Spain's hanging houses and galleries captivate James Lane long after he leaves them behind.
Looking across a vast gorge to Cuenca's Museum of Abstract Art (Museo de Arte Abstracto Espanol), it quickly becomes clear that the real art is not necessarily hanging on the walls.
Perched precariously above the Huecar Gorge, the museum resides in one of the city's distinctive hanging houses (casas colgadas), making it possibly the most dramatically located art venue you're ever likely to set foot in.
The museum contains a permanent collection of paintings and sculptures by Spanish artists from the 1950s to 1990s, but it's hard not to be drawn to the windows which offer gravity-defying views of the gorge and the river below.
At one point a staffer asks if I'm enjoying the museum and for a moment I hesitate before telling her, "I like what is hanging on the walls but I can't take my eyes away from the windows".
She smiles a knowing smile, having heard this many times before.
The artworks also tell an interesting story, one of subversion during the reign of Francisco Franco.
The canvases and sculptures are largely sober and serious pieces, sometimes with dramatic flourishes of colour, conveying the bleak and violent nature of the era.
As I leave the museum, with its balconies poking out over the gorge, it's clear that "hanging" is an art form in Cuenca.
The city, often nicknamed the "Eagle's Nest", earned a Unesco listing in 1996 for the unique casas colgadas in addition to the preservation of the medieval old town, which dates back to the 12th century, and for possessing Spain's first Gothic cathedral.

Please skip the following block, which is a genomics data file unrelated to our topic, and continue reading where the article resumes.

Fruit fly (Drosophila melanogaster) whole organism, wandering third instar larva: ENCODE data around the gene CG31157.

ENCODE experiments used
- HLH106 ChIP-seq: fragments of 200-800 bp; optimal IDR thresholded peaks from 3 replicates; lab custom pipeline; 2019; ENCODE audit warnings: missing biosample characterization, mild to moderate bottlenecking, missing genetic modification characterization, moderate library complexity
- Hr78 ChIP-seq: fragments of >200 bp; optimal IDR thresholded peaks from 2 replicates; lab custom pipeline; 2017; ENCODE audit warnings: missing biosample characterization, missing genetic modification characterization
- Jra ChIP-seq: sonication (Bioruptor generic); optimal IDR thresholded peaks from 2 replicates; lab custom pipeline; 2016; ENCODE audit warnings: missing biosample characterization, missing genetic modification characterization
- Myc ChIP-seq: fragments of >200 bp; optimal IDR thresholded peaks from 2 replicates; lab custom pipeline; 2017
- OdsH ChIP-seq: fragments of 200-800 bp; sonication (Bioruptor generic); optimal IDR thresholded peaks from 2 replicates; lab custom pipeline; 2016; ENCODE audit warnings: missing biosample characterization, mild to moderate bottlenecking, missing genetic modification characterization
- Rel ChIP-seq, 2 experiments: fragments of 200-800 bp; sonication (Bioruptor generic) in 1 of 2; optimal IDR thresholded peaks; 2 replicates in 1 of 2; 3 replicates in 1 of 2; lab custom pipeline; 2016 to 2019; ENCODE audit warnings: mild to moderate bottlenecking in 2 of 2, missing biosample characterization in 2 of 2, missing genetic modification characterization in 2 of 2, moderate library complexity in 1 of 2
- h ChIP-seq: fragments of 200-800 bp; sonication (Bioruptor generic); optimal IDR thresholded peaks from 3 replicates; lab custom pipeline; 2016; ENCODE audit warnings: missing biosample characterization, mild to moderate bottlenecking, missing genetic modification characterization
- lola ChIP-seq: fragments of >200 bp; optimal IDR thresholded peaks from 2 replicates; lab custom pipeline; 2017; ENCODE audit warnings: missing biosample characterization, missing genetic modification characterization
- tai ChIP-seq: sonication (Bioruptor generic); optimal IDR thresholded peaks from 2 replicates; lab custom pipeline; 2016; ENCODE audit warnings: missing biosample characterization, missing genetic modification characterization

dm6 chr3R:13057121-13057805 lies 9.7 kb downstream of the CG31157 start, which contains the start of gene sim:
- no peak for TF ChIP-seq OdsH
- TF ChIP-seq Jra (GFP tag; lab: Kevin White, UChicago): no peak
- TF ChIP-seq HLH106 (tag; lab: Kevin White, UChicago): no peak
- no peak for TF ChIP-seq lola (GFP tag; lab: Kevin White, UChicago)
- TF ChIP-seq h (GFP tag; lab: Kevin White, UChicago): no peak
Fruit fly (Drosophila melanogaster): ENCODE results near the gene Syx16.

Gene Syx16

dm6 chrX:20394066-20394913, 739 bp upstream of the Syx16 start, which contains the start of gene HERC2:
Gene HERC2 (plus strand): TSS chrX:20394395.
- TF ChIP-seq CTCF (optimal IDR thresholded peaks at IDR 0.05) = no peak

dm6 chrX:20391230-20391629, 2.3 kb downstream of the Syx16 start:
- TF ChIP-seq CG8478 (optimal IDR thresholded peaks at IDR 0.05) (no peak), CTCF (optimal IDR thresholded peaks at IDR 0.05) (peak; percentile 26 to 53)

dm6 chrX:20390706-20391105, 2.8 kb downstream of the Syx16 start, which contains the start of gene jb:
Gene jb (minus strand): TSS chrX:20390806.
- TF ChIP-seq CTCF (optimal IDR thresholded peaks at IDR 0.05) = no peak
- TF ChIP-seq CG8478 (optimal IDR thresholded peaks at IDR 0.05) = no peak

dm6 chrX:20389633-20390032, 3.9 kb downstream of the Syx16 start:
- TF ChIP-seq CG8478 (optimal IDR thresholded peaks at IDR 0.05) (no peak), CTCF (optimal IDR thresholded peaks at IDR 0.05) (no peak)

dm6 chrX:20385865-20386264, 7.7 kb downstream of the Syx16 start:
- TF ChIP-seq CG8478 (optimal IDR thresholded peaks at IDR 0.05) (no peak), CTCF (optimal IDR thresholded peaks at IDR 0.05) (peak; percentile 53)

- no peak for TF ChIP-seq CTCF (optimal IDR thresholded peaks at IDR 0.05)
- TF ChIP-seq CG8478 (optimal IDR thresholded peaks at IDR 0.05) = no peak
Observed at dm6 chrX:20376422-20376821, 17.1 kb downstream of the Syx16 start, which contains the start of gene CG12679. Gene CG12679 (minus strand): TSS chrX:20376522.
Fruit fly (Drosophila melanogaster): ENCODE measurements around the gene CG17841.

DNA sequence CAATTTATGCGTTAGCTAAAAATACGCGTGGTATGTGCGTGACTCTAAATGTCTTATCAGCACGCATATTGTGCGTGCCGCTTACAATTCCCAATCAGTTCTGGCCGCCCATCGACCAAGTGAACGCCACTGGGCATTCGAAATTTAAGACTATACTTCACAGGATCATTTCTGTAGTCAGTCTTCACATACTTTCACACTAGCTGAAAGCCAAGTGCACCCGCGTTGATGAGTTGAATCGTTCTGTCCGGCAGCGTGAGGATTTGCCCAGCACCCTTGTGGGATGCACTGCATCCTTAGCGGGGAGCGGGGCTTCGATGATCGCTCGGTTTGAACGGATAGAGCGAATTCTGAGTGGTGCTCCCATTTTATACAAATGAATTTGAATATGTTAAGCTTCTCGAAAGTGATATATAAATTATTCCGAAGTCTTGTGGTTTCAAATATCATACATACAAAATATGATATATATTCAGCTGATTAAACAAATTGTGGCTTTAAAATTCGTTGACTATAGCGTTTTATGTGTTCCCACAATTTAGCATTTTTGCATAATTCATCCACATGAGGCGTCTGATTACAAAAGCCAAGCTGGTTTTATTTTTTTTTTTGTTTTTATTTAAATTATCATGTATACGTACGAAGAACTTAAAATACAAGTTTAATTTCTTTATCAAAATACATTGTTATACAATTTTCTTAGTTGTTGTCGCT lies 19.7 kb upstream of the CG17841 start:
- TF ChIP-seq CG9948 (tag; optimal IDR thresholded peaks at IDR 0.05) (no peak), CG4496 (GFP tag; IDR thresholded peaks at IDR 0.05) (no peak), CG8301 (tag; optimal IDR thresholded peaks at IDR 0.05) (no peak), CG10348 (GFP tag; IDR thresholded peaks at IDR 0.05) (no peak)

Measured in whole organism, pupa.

Overshadowed by Toledo, Cuenca, like much of Castilla-La Mancha, is not considered "sexy" but is more synonymous with the rustic Spain of olive trees, Don Quixote and whitewashed windmills. Tourists sometimes overlook much of the city because of its isolation but this is changing thanks to a high-speed rail connection from Madrid.
Isolation is also one of Cuenca's attractions. It's among the reasons why the Moors held the city from 714 until 1177 when they were finally conquered by King Alfonso's Christian soldiers. Today, Cuenca is easy on the wallet. Living is inexpensive and relaxed compared to Spain's pricey larger cities.
You can walk the streets of Cuenca's Ciudad Antigua (the old town) or explore further afield through the area's forests, gorges and rivers.
The regional cuisine offers plenty of game alongside many old-school classics. Garlic soup (sopa de ajo), wild mushrooms (setas) in garlic and white wine sauce and manchego cheese turn up on most tapas menus but specialties like morteruelo, a stew of game meats melded with assorted spices, are not to be missed.
My final night distilled what I treasured most about the charm of this medieval city perched on a craggy peak.
Dining in the old town under the glow of Cuenca's atmospheric uplighting, I enjoyed a languorous meal as older folk chatted and laughed at a nearby table.
Glamorous 20-somethings strolled past to become the evening's entertainment for the cafes and bars. This people-watching "parade" continued well into the night.
On my plate was pisto, a Spanish version of ratatouille, with the reds of the peppers and yellows of the garlic and onions resembling the colours of the Spanish flag.
After a searingly hot day, a fresh wind blew from the mountains and I happily washed down dinner with a crisp, cold beer.
Locked in the grip of this gastronomic rhapsody, I gazed across the cobblestones to the haunting Gothic cathedral and enjoyed the sheer conviviality of Cuenca.
Accommodation: Cuenca has a range of accommodation, from a luxurious parador (Parador de Cuenca) to hotels to budget-price hostels. The Posada San Jose is a charming hotel in the heart of the city. It's a converted convent dating from the 15th century and offers excellent views overlooking the Huecar Gorge and river.
Further information: Cuenca's Museum of Abstract Art (Museo de Arte Abstracto Espanol) opens Tuesday to Sunday.